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Assurant (NYSE:AIZ)

Q1 2013 Earnings Call

April 25, 2013 8:00 am ET

Executives

Francesca Luthi - Senior Vice President of Investor Relations

Robert B. Pollock - Chief Executive Officer, President and Executive Director

Michael John Peninger - Chief Financial Officer and Executive Vice President

Christopher J. Pagano - Chief Investment Officer, Executive Vice President, Treasurer and President of Assurant Asset Management

Analysts

Christopher Giovanni - Goldman Sachs Group Inc., Research Division

Seth Weiss - BofA Merrill Lynch, Research Division

A. Mark Finkelstein - Evercore Partners Inc., Research Division

John M. Nadel - Sterne Agee & Leach Inc., Research Division

Sean Dargan - Macquarie Research

Mark D. Hughes - SunTrust Robinson Humphrey, Inc., Research Division

Steven D. Schwartz - Raymond James & Associates, Inc., Research Division

John A. Hall - Wells Fargo Securities, LLC, Research Division

Operator

Welcome to Assurant's First Quarter 2013 Earnings Conference Call and Webcast. [Operator Instructions] It is now my pleasure to turn the floor over to Francesca Luthi, Senior Vice President, Investor Relations. You may begin.

Francesca Luthi

Thank you, Zach, and good morning, everyone. We look forward to discussing our first quarter 2013 results with you today. Joining me for Assurant's conference call are Rob Pollock, our President and Chief Executive Officer; Mike Peninger, our Chief Financial Officer; and Chris Pagano, our Chief Investment Officer and Treasurer.

Yesterday afternoon, we issued a news release announcing our first quarter 2013 results. Both the release and corresponding financial supplement are available at assurant.com. We'll start today's call with brief remarks from Rob and Mike, with Chris participating in the Q&A session.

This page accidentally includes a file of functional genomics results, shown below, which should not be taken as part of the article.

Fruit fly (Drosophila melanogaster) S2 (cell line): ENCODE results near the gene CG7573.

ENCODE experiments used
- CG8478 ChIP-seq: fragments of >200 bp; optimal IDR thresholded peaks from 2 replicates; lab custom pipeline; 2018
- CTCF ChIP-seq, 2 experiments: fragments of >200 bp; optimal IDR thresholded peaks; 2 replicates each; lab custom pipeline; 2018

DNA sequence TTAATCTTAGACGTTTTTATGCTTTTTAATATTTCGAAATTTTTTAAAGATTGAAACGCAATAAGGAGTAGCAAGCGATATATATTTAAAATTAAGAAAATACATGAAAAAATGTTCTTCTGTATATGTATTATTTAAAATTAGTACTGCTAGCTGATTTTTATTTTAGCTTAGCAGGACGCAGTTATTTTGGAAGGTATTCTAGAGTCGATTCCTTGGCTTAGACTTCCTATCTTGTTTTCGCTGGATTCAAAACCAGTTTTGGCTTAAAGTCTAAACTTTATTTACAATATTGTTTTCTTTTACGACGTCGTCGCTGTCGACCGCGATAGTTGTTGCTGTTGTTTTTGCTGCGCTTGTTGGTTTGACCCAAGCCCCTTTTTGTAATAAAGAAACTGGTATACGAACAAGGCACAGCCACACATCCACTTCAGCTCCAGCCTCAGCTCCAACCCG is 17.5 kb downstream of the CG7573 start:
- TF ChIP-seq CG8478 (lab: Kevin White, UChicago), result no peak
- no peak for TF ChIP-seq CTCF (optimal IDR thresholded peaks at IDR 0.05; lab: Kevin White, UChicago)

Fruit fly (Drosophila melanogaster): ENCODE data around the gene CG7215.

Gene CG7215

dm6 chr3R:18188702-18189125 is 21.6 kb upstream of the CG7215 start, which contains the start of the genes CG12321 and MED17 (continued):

Some of the statements we make on today's call may be forward-looking, and actual results may differ materially from those projected in these statements. Additional information on factors that could cause actual results to differ materially from those projected are provided in yesterday's news release, as well as in our SEC reports including our 2012 Form 10-K and upcoming first quarter 2013 10-Q.

Today's call also will contain non-GAAP financial measures, which we believe are meaningful in evaluating the company's performance. For more details on these measures, the most comparable GAAP measures and a reconciliation of the 2, please refer to the news release and financial supplement posted at assurant.com.

Now I will turn the call over to Rob.

Robert B. Pollock

Thanks, Francesca, and good morning, everyone. In the first quarter, we continued to build our foundation for profitable growth. While earnings were down, we expanded and further adapted our business in several areas to address market needs.

For example, at Assurant Solutions, we're growing premiums and taking expense actions in underperforming areas to further improve efficiency. At Specialty Property, we're growing our track loan portfolio, moving ahead with the implementation of our new product and resolving lender-placed matters.

At Health, we're executing on our strategy centered on affordable and accessible products as details of health care reform are finalized. And at Employee Benefits, we're gaining momentum in our voluntary products through targeted distribution. These represent several of the actions we're taking to advance long-term growth, enhance profitability and help consumers protect what matters most for them.

Let me now update you on our key performance metrics for the quarter. Annualized operating return on equity, excluding accumulated other comprehensive income, or AOCI, was 10%. Book value per diluted share excluding AOCI increased by 2%, and net earned premiums and fees increased by 4%, driven by growth at Solutions and Specialty Property.

Our capital position provides us great flexibility, which was further enhanced by our recent debt offering. We continue to regard our stock as attractively priced and believe repurchases are a prudent use of capital. Through April 19, share buybacks for 2013 totaled $96 million.

Share repurchase activity in the first quarter was affected by settlement discussions with the New York Department of Financial Services. We resumed buybacks following the agreement. Returning cash to investors is an integral part of our disciplined approach to capital management. Our segments generate free cash flow that will allow us to both return capital to shareholders and make ongoing investments to build our business.

Now I'll offer some updates on each of our businesses. Assurant Solutions remains focused on achieving a 14% ROE in 2014. Returns in domestic service contracts continue to exceed our target. On the new business front, our vehicle service contract business benefited from a rebounding U.S. auto market.